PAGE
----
Ready to slay a sacred cow?
Here goes. You should stop icing. We were wrong. I know. I’ve even been guilty of advocated for short icing stints on this blog. I was wrong. For the past year, I’ve been engaged in a personal moral debate about icing that in retrospect, seems silly if not out right obvious. We should not ice. For the last year, I’ve advocated for no icing with every athlete with whom I’ve helped either post-surgery or post-injury. The outcomes have been nothing short of stunning. Even way back in Episode 204, “Donnie Thompson, Strongest Powerlifter Ever, Cares About Your Swelling,” (15 months ago) we started shifting our management of swelling chiefly to compression. And that was before I met Gary Reinl ofMarc Pro. Every athlete worth his or her salt knows of the old RICE acronym. And dammit if I wasn’t already hearing and experimenting with reduced icing protocols for the last few years (remember numb and done?). My problem with NOT icing, I told myself was that I didn’t have other good tools on hand to minimize the pain of swelling (which is the real athlete problem eh?). As it turned out, the solutions presented themselves (excellent compression apparel, Dick Hartzell’s compression protocol, and the Marc Pro) at the same time that common sense matched up with my own clinical experience and test/retest ethic. Maybe it was because I finally felt like I had other mechanisms with which to deal with the swelling, that I could resolve the dissonance I had around this outdated modality. Don’t get me wrong, if you need to make something numb, ice is great. As Mr. Reinl points out, “Yes, (making something numb is good) if the short-term goal is pain control and the prevention of the body’s normal cellular and vascular response to injury.”
Let me quote Dr. Nick DiNubile, Editor in Chief of The Physician And Sports Medicine Journal (physsportsmed.com) “Seriously, do you honestly believe that your body’s natural inflammatory response is a mistake?”
Well what does the research and literature say?
“When ice is applied to a body part for a prolonged period, nearby lymphatic vessels begin to dramatically increase their permeability (lymphatic vessels are ‘dead-end’ tubes which ordinarily help carry excess tissue fluids back into the cardiovascular system). As lymphatic permeability is enhanced, large amounts of fluid begin to pour from the lymphatics ‘in the wrong direction’ (into the injured area), increasing the amount of local swelling and pressure and potentially contributing to greater pain.” The use of Cryotherapy in Sports Injuries,’ Sports Medicine, Vol. 3. pp. 398-414, 1986
Or how about this comprehensive literature review from the Journal of Emergency Medicine?
“Is Ice Right? Does Cryotherapy Improve Outcome for Acute Soft Tissue Injury?” JEM, 2008; Feb. 25; 65–68
Abstract: Aims: The use of ice or cryotherapy in the management of acute soft tissue injuries is widely accepted and widely practiced. This review was conducted to examine the medical literature to investigate if there is evidence to support an improvement in clinical outcome following the use of ice or cryotherapy. Methods: A comprehensive literature search was performed and all human and animal trials or systematic reviews pertaining to soft tissue trauma, ice or cryotherapy were assessed. The clinically relevant outcome measures were: (1) a reduction in pain; (2) a reduction in swelling or edema; (3) improved function; or (4) return to participation in normal activity.Results: Six relevant trials in humans were identified, four of which lacked randomization and blinding. There were two wellconducted randomized controlled trials, one showing supportive evidence for the use of a cooling gel and the other not reaching statistical significance. Four animal studies showed that modest cooling reduced edema but excessive or prolonged cooling is damaging. There were two systematic reviews, one of which was inconclusive and the other suggested that ice may hasten return to participation.” Conclusion: There is insufficient evidence to suggest that cryotherapy improves clinical outcome in the management of soft tissue injuries.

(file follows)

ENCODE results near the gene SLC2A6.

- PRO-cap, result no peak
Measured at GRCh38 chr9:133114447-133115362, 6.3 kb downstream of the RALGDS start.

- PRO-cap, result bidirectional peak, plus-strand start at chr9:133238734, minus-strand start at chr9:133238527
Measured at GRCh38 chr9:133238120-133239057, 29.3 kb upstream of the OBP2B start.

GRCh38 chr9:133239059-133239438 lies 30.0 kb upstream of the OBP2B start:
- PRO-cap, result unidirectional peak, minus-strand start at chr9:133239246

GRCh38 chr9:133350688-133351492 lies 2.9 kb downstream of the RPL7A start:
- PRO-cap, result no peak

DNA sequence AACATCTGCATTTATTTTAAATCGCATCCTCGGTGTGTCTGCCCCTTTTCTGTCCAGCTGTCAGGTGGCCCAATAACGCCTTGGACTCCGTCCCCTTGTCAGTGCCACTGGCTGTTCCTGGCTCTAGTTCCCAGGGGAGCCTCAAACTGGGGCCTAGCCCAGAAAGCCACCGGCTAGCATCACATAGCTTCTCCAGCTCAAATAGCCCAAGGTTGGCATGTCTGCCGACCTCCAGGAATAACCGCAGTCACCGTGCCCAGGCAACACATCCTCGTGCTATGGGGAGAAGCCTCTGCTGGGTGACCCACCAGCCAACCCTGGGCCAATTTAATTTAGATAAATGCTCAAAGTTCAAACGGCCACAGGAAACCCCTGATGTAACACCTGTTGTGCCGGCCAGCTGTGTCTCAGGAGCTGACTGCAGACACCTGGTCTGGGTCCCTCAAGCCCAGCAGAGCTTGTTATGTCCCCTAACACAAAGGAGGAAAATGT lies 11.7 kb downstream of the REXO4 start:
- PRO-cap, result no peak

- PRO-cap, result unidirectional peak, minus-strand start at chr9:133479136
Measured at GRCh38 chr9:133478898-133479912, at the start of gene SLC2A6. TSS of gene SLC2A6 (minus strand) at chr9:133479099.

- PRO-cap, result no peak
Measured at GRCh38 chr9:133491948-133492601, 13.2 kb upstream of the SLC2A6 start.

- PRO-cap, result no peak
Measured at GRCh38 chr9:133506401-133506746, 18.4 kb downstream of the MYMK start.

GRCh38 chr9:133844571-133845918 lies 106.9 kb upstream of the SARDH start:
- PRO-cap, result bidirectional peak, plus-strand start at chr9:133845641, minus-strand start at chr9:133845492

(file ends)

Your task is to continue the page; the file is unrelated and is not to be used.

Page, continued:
Look, I know you have iced your body about a billion times. I also know that it’s hard to resolve the dissonance about potentially retarding your own healing response by doing so. I personally had a difficult time slaying this icing error beast until I was confronted directly with the physiology, and my own clinical experience working with surgeries, injuries, and even rhabdo–all without ice. It’s hard to fight the drag of orthodoxy. Why do we do what we do? Because we always have? We can do better. Our goal needs to be to improve adaptation by improving circulation, clearing congestion, and facilitating healing. Pretty much everyone I know has stopped taking NSAIDS for the same reasoning that we should stop icing. Let’s kick the ice habit too.
Here is the interview with the inflammation slayer, Gary Reinl, from the recent Crossfit Games. Be prepared to have your mind blown.
So let’s come up with our own new acronym and replace the old, broken RICE model.
Here is the MWod take: MCE
Move safely when you can, what you can. Compress lymphatics and soft tissues (use bands, muscle contraction, clothing, normatec, etc.) Elevate when you can. MCE.
Rest really doesn’t make sense (Don’t flex your broken bone, duh. But do figure out a way to evacuate the swelling left over from the inflammatory cycle.) Ice? No thanks.
Ps. My success and experience with the Marc Pro technology was so profound that we talked the company into donating a unit to our wounded warrior brothers and sisters for every six units our community purchased. If you are interested in this program, please email Troy Willis, firstname.lastname@example.org. During your check out at Marc Pro, use the code “Kstar” and you will receive a small discount and have your purchase counted toward our wounded warriors.
pss. Gary, thanks.